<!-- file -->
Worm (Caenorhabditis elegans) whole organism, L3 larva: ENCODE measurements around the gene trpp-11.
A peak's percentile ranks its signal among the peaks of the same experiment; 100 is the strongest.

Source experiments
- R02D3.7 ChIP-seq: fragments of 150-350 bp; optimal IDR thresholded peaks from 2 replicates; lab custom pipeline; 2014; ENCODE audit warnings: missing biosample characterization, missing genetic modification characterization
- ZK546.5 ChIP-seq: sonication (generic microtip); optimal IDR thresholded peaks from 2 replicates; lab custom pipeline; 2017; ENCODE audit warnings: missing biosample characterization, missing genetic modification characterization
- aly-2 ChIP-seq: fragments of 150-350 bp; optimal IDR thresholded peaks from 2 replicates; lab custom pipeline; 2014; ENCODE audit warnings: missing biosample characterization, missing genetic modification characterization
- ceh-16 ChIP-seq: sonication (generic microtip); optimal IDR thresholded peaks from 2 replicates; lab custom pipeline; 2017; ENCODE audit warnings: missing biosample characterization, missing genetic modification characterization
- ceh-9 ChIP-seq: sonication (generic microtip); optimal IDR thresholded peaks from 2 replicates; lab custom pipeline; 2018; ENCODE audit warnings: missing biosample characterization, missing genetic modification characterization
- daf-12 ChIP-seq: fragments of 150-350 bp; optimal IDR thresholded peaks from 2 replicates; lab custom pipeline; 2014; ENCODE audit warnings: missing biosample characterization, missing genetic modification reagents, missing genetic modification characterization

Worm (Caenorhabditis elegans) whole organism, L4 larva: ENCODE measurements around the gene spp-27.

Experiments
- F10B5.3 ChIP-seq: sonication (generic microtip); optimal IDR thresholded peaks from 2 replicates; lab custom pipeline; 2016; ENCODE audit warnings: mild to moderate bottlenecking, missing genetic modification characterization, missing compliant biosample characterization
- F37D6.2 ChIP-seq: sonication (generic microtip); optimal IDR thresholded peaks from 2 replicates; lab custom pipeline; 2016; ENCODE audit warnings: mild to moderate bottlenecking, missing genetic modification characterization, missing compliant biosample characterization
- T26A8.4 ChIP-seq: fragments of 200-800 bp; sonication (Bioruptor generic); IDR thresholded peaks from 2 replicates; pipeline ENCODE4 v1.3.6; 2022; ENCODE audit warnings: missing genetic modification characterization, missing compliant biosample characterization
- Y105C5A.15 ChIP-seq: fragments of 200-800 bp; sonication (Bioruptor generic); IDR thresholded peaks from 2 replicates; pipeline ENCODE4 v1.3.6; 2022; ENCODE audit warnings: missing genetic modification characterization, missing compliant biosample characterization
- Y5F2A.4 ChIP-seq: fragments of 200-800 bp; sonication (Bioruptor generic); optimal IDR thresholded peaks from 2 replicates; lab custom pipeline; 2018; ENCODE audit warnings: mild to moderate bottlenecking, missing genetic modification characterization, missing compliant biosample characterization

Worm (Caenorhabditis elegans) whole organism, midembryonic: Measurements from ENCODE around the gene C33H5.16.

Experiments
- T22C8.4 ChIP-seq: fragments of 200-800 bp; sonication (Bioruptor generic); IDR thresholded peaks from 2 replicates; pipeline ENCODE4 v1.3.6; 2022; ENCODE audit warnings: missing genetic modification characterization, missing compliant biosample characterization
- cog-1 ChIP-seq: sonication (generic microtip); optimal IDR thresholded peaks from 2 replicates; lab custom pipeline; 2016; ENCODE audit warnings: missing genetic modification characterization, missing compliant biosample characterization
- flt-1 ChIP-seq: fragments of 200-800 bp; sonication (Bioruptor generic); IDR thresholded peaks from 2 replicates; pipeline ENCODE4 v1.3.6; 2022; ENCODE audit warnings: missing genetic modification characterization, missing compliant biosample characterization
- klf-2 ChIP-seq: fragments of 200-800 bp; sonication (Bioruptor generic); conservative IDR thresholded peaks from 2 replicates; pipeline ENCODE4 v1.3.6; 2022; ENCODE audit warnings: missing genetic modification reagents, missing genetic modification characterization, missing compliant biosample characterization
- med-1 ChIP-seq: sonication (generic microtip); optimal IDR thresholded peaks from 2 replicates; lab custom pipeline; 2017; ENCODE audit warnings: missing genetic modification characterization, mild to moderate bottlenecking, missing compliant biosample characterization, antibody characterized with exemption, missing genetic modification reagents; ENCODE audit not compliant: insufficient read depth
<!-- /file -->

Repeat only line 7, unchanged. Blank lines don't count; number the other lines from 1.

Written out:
- ceh-16 ChIP-seq: sonication (generic microtip); optimal IDR thresholded peaks from 2 replicates; lab custom pipeline; 2017; ENCODE audit warnings: missing biosample characterization, missing genetic modification characterization